Spanish vaccine claims longer immunity against new Covid variants

by Lorraine Williamson
Covid longer immunity

Spanish pharmaceutical company Hipra has presented results with a new Covid-19 vaccine, claiming that immunity is ‘longer’ than that of the Pfizer vaccine.  

The debate about the ideal time to administer the fourth dose, or second booster, is in full swing. Meanwhile, Spanish company Hipra presented the latest scientific studies results on the efficacy of this vaccine as a booster dose. Hipra is the sixth largest pharmaceutical company in the world in terms of turnover in the field of animal health. 

According to the company, the ‘made in Spain’ vaccine offers a ‘good neutralising response. This is also against the new omicron variants’, including BA.4 and BA.5, which caused the last wave of infections.  

Moreover, the company expects that the vaccine will be included in the vaccination schedule for next autumn. This is when the Spanish government plans to administer the fourth dose to the most vulnerable population group. They will start with people aged over 80, and continue, in order of age, to people aged 60 and over.  

Presentation of the results 

The results and expectations were explained during an informative breakfast. Here Elia Torroella, director at Hipra, mentioned that ‘the vaccines that the company usually develops are very complex’. Therefore, this was a motivation for the pharma to develop a vaccine against Covid-19.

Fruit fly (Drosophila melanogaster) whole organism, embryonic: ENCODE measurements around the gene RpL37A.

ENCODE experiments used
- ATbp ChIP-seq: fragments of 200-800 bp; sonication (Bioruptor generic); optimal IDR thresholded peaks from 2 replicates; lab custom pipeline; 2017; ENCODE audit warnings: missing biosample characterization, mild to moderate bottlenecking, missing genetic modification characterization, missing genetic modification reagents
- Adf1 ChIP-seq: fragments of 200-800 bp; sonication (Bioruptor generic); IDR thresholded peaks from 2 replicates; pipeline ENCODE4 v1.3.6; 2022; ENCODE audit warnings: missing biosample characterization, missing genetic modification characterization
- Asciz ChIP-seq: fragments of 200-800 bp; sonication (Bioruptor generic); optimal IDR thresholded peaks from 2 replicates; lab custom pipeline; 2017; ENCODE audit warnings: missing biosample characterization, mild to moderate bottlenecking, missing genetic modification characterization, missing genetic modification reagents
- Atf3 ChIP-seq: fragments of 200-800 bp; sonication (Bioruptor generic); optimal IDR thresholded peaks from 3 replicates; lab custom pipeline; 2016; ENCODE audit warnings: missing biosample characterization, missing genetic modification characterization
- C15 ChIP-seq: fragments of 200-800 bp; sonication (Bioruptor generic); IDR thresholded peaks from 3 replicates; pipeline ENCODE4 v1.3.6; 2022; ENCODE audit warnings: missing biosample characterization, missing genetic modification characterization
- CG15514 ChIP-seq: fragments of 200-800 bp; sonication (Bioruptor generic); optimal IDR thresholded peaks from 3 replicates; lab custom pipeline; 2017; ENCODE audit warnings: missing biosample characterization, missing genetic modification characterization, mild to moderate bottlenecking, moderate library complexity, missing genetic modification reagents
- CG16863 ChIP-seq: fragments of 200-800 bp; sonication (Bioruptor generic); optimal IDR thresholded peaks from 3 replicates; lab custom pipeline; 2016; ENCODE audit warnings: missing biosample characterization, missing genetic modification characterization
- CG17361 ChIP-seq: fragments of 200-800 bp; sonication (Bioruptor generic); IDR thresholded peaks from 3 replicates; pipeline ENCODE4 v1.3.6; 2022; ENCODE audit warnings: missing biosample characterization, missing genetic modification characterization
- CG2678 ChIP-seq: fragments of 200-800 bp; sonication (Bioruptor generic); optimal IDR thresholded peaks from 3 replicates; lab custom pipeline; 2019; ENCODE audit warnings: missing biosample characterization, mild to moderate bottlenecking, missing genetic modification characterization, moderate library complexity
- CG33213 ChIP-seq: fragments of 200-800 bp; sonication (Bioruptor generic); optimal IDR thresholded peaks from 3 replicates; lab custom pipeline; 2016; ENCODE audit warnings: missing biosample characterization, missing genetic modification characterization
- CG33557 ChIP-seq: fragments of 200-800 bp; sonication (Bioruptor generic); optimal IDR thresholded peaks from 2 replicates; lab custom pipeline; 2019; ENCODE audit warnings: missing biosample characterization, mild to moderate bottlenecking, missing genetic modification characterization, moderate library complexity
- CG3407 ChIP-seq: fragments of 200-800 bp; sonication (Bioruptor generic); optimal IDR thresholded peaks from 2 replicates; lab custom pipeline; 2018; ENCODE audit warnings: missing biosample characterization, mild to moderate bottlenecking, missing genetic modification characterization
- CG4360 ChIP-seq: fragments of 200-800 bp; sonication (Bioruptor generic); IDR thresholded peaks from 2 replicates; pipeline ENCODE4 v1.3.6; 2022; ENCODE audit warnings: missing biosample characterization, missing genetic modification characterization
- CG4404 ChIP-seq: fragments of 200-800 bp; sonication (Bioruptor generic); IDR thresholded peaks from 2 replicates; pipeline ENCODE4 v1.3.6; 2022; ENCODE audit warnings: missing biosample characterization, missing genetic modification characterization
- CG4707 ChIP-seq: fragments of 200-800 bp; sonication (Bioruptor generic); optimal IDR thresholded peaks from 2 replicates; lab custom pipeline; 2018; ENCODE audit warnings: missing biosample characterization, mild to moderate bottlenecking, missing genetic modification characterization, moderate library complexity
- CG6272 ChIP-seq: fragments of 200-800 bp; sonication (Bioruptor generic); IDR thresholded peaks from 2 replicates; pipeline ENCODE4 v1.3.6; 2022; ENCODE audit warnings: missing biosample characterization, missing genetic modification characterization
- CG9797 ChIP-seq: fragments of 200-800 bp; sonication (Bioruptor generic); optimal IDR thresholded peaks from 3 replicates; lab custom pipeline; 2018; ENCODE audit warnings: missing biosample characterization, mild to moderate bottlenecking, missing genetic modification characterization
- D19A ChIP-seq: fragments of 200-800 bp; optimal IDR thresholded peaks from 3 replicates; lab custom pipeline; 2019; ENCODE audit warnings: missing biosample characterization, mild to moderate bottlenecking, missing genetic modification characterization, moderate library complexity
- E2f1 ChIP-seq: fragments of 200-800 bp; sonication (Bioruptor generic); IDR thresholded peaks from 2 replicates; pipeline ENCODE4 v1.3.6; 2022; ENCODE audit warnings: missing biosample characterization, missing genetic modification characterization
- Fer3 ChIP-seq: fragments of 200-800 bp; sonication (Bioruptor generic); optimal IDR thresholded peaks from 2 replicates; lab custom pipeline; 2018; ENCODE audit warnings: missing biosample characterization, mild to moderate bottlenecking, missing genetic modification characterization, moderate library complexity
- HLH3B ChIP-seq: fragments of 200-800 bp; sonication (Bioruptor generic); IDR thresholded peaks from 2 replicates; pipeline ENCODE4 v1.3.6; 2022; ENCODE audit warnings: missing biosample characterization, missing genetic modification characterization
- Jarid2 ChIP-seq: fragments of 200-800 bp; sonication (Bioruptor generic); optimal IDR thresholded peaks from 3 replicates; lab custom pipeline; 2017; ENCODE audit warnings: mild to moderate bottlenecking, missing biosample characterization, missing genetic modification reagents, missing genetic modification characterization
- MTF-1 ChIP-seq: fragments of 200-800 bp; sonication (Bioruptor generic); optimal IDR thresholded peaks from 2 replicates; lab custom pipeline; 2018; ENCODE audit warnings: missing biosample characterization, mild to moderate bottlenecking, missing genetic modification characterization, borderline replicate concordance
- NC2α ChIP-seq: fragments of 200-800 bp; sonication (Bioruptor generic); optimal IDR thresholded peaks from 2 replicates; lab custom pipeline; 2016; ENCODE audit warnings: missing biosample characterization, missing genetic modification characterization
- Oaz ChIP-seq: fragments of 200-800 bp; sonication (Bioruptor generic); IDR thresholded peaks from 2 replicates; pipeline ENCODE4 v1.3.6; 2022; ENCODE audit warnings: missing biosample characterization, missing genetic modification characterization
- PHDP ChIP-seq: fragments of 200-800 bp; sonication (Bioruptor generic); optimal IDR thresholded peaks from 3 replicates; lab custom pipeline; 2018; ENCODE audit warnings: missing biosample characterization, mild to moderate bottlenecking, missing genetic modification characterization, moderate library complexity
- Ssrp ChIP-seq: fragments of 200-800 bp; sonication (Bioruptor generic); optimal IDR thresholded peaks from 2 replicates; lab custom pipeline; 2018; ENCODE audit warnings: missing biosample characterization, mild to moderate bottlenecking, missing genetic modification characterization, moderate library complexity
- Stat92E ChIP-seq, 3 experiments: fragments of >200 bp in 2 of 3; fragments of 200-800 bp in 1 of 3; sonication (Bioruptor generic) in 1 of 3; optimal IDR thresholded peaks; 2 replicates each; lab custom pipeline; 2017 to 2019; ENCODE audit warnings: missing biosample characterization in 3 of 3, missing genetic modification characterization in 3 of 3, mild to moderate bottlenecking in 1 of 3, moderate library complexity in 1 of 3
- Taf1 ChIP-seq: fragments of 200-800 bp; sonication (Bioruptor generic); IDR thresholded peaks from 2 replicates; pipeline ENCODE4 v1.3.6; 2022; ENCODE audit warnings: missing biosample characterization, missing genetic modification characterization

Torroella stressed that the data obtained on the efficacy of the Spanish vaccine against Covid are ‘very solid’. The company is currently ‘awaiting approval for its use by the regulatory authorities. However, it is expected that the vaccine will be included in the vaccination schedule in the coming autumn’.  

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Effective in all variants tested 

One of the most striking features of Hipra’s 100% Spanish vaccine against Covid-19 is that it is bivalent and has demonstrated ‘very good neutralising power against all variants tested. This is including omicron BA.1’. In addition, preliminary data ‘also show good neutralisation against BA.2, Ba.4 and BA.5’, Torroella stressed.  

Although the trials initially started as a primary vaccination dose, Torroella explained that since the pandemic is advanced and the variants have appeared very quickly, the trials were then started to observe the increase of neutralising antibodies against the new variants and to study their effectiveness as a booster dose.  

Adverse effects  

Among the side effects observed during the trials, the Hipra director mentions ‘pain at the site of injection, headache, fatigue and, in fewer people, a slight discomfort that disappears after two or three days’. The specialist believes that this is ‘an important point, because we know that there is a certain fatigue in the population when it comes to booster doses’.  

Torroella pointed out that it is ‘a vaccine that prevents infection in many cases, but not in others. In the trials we did not prevent all infections,’ but the vaccine, like existing vaccines, is effective in protecting against severe symptoms and even death from Covid-19. 

Also read: Spanish corona vaccine approved for human trials

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